Previously when running Windows 8 or hyper-v server 2012R2 it would be easy to implement Deduplication on those workstations/servers by installing the deduplication binaries found in Windows Server 2012 R2 (as I described here).
Being on Windows 10 and being a Windows Insider (in the fast ring!) I found it hard to use deduplication, there are some binaries that can be found on the internet coming from Windows Server 2016 tech preview. But receiving new build on an almost weekly basis, it is very hard to keep dedup working this way.
I started looking for alternative solutions and basically found OpenDedup. In this post I will guide you through the setup and configuration of OpenDedup.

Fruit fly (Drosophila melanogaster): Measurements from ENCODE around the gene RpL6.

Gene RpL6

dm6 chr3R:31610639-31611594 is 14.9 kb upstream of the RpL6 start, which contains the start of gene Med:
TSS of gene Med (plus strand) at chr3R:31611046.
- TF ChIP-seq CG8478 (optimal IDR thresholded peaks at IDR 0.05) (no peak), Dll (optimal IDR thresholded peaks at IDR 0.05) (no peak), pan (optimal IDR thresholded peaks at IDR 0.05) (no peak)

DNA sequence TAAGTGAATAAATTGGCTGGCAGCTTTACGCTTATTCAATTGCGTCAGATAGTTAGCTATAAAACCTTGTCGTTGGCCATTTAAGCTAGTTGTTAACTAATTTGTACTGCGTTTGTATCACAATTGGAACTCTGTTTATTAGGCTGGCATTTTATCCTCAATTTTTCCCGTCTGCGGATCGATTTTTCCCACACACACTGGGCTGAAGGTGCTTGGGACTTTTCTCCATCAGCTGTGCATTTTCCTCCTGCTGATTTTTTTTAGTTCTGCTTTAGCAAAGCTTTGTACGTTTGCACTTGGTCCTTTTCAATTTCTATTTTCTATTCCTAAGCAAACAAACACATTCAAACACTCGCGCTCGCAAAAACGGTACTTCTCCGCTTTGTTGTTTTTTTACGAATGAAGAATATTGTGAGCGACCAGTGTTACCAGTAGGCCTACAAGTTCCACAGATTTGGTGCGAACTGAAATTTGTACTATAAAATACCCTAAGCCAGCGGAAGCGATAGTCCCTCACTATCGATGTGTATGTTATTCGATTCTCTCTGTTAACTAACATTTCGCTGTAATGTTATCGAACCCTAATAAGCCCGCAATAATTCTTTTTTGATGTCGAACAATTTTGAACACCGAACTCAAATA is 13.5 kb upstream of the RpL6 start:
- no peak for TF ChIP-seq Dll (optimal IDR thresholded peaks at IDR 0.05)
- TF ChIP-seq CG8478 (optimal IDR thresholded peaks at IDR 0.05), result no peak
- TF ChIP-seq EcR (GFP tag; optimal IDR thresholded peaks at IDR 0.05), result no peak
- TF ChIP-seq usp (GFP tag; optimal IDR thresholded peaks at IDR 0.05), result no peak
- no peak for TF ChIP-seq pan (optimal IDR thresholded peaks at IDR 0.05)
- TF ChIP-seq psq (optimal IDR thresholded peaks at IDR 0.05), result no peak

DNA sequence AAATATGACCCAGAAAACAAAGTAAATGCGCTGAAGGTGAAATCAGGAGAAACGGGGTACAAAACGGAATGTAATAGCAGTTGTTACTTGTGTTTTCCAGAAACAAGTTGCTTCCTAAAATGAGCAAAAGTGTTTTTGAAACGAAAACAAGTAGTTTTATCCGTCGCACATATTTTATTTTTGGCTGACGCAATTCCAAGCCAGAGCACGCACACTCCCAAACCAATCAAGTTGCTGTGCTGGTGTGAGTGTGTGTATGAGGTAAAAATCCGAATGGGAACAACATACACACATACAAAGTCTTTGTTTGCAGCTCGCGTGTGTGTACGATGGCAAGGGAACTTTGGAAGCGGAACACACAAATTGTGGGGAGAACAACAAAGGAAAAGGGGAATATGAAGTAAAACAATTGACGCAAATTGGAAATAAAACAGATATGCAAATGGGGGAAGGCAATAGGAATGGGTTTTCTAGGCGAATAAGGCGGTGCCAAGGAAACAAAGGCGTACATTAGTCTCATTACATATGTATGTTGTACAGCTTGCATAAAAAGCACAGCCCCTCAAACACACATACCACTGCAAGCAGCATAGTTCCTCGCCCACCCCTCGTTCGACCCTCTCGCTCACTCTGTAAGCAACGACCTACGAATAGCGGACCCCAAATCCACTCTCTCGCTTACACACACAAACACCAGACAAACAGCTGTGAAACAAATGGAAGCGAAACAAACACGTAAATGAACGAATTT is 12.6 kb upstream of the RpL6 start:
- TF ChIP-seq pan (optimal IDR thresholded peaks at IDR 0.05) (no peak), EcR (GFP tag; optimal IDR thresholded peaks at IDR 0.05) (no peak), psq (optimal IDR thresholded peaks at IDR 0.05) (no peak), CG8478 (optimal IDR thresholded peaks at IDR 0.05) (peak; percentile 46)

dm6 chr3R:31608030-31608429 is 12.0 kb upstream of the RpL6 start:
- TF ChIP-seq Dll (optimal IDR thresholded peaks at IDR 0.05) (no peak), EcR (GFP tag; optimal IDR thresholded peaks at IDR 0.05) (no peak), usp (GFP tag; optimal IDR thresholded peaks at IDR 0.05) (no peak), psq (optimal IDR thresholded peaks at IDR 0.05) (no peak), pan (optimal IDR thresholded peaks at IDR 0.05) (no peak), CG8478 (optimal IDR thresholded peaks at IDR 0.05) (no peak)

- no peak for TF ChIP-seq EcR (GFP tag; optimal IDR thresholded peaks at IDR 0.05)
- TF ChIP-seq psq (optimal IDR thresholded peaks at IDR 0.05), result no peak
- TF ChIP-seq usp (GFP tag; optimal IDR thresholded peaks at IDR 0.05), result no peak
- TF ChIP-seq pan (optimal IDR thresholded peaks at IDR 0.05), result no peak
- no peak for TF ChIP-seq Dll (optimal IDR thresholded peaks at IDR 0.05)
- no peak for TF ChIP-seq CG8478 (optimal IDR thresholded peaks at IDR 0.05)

First of all download the windows installer from here.
After that install the program, when the program asked in which location to install, to make things easy I installed the program on the hard drive I wanted the deduplication to happen, so in my case I installed it on D:\sdfs
Reboot after installation is done.
When the reboot is done open an elevated command prompt and enter the following command:
mksdfs --volume-name=sdfs_vol1 --volume-capacity=<CAPACITY>GB (replace <CAPACTIY> with the size of the volume you would want)
When the volume is initialized you still need to mount the file, you can do this by entering the following command from the same command prompt:
mountsdfs -v sdfs_vol1 -m <driveletter you want>
Now you can use your deduped volume in the Hyper-V configuration or in VMware workstation, or hypervisor of choice.
One thing, after reboot you need to remount the volume again. Ofcourse we want the Volume to be available after reboot. So from the elevated command prompt we wil create a service to mount the volume. Enter the following command:
sc create sdfss binPath="\"D:\sdfs\mountsdfs.exe\" -v sdfs_vol1 -m E -cp" DisplayName="Hyper-V Drive" start=auto
After this the volume will be persistant after a reboot.